Feed-forward motifs in transcription factor networks evolved to filter out spurious signals? ‘Just-so’ no longer

Biosystems Analytics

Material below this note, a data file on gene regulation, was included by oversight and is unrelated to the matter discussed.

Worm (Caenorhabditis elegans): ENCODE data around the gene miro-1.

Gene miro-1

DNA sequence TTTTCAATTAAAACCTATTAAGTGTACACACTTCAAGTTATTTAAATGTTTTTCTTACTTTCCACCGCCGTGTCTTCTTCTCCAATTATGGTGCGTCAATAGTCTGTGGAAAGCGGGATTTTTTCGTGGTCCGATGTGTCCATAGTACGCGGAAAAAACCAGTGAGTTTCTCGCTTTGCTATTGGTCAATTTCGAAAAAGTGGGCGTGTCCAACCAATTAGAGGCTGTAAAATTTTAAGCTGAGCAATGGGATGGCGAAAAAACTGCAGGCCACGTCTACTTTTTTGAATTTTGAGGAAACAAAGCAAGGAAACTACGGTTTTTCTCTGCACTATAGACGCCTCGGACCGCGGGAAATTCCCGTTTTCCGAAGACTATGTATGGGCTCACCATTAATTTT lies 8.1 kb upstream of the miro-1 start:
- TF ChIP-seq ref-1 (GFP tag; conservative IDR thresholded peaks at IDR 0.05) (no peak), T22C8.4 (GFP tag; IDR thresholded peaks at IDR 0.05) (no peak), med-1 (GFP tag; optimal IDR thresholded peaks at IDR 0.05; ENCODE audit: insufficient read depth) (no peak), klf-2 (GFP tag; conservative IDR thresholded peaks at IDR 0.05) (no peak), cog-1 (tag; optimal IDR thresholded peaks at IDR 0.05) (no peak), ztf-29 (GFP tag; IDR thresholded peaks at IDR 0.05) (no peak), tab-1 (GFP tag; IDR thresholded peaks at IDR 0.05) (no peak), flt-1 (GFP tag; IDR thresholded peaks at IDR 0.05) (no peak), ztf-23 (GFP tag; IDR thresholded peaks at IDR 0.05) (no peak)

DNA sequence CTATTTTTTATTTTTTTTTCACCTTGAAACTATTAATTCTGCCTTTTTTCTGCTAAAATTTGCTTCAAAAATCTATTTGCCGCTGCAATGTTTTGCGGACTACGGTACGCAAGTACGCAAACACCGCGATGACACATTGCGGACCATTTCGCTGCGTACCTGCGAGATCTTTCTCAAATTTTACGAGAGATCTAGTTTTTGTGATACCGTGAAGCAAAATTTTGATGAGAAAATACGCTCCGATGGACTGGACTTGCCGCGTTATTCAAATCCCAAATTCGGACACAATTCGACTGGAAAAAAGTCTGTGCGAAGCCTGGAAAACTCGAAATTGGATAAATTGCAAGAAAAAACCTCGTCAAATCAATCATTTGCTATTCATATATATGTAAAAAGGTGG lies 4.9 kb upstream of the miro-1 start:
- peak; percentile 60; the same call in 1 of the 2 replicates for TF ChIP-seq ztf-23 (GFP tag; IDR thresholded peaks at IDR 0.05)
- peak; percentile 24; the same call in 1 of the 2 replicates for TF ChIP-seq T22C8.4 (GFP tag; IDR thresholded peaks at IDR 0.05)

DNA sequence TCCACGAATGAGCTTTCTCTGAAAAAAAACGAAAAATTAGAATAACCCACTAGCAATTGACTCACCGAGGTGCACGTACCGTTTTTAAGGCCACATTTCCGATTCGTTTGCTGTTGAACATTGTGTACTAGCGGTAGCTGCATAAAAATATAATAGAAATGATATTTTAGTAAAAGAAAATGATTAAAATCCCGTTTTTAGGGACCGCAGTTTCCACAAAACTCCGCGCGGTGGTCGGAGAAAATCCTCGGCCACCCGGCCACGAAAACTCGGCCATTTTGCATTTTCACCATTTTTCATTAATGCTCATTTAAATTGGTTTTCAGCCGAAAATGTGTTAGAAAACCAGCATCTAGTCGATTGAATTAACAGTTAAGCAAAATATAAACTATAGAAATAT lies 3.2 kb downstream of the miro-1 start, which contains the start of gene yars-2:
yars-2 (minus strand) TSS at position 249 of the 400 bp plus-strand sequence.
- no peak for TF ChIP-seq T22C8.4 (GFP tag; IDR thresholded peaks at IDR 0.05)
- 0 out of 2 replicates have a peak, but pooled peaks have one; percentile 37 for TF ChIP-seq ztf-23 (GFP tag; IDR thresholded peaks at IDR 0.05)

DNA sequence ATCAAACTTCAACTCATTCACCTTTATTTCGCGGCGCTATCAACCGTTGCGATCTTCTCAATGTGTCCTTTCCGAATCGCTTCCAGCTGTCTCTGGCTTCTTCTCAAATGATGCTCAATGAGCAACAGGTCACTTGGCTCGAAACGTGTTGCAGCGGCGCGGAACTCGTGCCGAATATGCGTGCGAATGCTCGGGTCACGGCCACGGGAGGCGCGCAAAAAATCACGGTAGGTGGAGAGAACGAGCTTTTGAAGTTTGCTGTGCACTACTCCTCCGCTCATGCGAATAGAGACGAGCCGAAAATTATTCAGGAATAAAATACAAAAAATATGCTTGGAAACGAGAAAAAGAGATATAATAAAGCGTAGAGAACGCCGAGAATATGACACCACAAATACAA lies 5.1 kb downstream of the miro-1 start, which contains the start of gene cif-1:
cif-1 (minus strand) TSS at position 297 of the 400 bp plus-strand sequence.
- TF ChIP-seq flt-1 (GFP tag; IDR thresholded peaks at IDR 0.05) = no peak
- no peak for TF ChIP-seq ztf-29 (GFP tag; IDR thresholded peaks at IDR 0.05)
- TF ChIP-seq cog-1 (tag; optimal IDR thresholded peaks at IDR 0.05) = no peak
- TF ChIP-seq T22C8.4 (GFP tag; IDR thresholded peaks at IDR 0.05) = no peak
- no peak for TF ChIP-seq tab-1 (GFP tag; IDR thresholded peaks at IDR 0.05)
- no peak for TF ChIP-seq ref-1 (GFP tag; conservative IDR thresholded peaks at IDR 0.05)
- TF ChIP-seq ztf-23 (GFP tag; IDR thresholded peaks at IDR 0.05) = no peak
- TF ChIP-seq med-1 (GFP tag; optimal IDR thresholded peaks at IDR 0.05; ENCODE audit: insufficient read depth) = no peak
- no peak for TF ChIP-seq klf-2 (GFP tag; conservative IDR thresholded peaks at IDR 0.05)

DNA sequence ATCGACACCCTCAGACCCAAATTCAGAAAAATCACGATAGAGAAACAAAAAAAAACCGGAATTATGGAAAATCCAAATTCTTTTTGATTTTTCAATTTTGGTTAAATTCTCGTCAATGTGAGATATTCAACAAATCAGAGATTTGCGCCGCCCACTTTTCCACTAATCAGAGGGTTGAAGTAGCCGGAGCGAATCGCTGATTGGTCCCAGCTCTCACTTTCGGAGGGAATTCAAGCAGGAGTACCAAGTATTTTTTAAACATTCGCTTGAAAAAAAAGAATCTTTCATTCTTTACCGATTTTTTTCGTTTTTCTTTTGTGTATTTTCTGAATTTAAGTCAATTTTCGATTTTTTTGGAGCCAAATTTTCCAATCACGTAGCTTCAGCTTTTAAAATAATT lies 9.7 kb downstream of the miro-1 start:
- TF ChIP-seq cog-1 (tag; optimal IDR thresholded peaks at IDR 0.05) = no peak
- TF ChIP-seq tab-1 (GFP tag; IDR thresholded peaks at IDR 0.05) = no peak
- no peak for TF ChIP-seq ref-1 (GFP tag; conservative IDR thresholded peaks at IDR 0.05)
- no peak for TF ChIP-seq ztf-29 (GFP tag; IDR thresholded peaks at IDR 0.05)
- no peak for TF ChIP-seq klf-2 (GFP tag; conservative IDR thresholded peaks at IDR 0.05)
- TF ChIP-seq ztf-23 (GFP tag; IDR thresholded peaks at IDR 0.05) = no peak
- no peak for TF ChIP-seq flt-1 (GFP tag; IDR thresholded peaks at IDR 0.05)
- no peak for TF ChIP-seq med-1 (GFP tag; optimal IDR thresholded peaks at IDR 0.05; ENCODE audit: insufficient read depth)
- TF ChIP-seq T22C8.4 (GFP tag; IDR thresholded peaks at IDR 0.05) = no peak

Mechanistic computational models, particularly rule-based stochastic models, are a vital complement to wet-lab experiments (and a vital chunk of our work at Amber Biology), but can also provide insights into evolutionary processes. In a paper just published in Nature Communications, the team, which included Kun Xiong, myself, Mark Siegal and Joanna Masel, asked whether a particular 3-node feed-forward loop motif (specifically the type 1 coherent FFL, or C1-FFL, widely hypothesized to have evolved to filter out spurious signals, actually evolved for that purpose. Due to it’s overrepresentation in the transcriptional networks of many species, and it’s demonstrated function in filtering out these signals many researchers have previously accepted a kind of ‘just-so’ account of the feed-forward motif. To test this hypothesis properly, we built a detailed stochastic model of the dynamics of transcriptional networks, and then allowed the network to evolve under selection for the function, and without…

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